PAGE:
To ask the Secretary of State for Education, what assessment she has made of trends in absence rates of children with pathological demand avoidance.
The department does not collect data for pupils with pathological demand avoidance (PDA), a profile of autism. Therefore, we cannot accurately assess their current trends in absence rates. However, the department recognises the increase in absence generally for pupils with Special Educational Needs and Disabilities (SEND). For pupils receiving Special Educational Needs (SEN) support, overall absence increased from 6.5% in 2018/19 to 10.0% in 2021/22. For pupils with a SEN provision statement or Education, Health and Care Plan, overall absence increased from 8.7% in 2018/19 to 12.1% in 2021/22.
On 22 November 2023, the department announced the Partnerships for Inclusion of Neurodiversity in Schools programme. This new programme, backed by £13 million of investment, will bring together Integrated Care Boards (ICB), local authorities and schools, working in partnership with parents and carers, to support schools to better meet the needs of neurodiverse children. The programme will deploy specialists from both health and education workforces to upskill schools and build their capacity to identify and meet the needs of children with autism and other neurodiverse needs. One of the key programme metrics will be attendance, as the department recognises that addressing unmet needs and making school more inclusive supports good attendance. The programme will be evaluated, and the learning will inform future policy development around how schools support neurodiverse children.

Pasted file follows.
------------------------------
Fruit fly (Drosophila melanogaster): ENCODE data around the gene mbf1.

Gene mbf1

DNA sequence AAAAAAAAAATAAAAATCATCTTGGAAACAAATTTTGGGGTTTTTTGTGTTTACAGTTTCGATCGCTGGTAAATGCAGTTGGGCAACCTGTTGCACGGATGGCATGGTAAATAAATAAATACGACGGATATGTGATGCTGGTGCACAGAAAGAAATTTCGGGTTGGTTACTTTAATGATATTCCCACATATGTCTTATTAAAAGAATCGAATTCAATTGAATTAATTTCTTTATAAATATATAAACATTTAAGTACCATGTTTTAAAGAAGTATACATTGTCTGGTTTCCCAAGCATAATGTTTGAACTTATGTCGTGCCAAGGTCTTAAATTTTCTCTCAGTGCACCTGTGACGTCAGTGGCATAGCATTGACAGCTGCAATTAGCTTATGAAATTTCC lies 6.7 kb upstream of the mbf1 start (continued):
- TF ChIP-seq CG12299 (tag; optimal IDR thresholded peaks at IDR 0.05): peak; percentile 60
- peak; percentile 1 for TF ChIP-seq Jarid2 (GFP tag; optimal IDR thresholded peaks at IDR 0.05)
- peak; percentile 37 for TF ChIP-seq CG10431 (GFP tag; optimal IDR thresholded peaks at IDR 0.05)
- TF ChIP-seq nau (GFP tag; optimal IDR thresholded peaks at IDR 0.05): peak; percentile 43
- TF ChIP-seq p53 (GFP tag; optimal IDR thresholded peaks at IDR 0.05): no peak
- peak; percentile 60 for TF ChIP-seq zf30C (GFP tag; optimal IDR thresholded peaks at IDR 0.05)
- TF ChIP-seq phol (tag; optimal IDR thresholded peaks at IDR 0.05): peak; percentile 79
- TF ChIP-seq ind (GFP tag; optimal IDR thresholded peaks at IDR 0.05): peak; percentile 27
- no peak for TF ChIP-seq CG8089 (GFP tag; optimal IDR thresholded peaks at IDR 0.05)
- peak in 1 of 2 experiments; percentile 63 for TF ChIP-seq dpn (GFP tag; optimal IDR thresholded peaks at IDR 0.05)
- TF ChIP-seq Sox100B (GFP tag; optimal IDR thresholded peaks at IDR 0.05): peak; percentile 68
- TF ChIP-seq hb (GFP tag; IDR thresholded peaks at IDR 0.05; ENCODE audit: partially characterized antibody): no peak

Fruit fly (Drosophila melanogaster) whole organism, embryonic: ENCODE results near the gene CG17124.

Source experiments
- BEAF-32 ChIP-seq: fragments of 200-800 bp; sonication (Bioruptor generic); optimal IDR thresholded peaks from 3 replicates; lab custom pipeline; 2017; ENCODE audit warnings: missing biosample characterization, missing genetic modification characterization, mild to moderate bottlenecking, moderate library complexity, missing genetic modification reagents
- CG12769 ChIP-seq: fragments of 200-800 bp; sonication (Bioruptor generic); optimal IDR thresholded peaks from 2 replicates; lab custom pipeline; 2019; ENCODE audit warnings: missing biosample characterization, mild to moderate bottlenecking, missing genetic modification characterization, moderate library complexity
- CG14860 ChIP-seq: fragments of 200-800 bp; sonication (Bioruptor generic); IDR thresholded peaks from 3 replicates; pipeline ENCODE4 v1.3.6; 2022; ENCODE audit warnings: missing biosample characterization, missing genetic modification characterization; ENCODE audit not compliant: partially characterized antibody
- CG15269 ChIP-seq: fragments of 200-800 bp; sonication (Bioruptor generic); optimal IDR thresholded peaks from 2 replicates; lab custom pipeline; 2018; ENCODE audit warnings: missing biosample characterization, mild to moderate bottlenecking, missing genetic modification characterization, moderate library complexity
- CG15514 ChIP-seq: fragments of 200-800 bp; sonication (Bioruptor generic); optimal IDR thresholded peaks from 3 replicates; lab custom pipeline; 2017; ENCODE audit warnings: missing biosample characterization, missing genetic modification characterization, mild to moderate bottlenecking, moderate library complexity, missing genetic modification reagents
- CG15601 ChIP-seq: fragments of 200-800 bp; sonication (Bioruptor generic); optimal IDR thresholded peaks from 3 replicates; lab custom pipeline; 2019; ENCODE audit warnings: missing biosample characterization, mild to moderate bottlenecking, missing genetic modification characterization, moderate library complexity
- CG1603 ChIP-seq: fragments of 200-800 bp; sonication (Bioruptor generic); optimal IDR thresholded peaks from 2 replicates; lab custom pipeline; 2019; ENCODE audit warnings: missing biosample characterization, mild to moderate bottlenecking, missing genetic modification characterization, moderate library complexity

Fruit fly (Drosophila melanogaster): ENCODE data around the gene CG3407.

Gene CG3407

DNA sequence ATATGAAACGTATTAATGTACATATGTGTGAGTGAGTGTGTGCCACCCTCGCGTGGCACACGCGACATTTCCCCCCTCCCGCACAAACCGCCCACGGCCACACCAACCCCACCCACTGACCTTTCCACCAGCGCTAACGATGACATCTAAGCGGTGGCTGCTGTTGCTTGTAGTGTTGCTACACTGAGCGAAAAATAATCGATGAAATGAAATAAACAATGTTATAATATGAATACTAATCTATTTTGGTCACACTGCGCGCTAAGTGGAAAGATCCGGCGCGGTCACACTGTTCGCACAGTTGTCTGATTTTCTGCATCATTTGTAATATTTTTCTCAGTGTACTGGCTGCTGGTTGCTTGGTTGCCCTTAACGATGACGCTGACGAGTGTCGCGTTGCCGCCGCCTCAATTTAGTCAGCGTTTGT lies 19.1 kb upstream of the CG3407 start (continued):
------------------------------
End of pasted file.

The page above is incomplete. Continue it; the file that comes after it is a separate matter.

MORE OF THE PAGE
In 2022, the department published the ‘Working together to improve school attendance guidance’ to ensure greater consistency in the attendance support offered to pupils and families across the country. The guidance emphasises the importance of providing attendance support early and targeted to pupils’ individual needs. The guidance is available at: https://www.gov.uk/government/publications/working-together-to-improve-school-attendance.
For pupils with SEND, schools are expected to have sensitive conversations with pupils about their needs and work with families to develop specific support approaches. This includes establishing strategies for removing in-school barriers to attendance, ensuring attendance data for pupils with SEND is regularly monitored to spot patterns and provide support earlier, ensuring joined-up pastoral care is in place, and referring pupils to other services and partners where necessary. These expectations, alongside the expectations placed on academy trust boards, governing bodies, and local authorities to work in conjunction with school staff to provide joined-up support for all pupils and families, is intended to ensure that pupils with SEND are supported to attend school regularly.
Statistics on pupil absence, including breakdowns of absence by characteristics, are available at: https://explore-education-statistics.service.gov.uk/find-statistics/pupil-absence-in-schools-in-england/2021-22.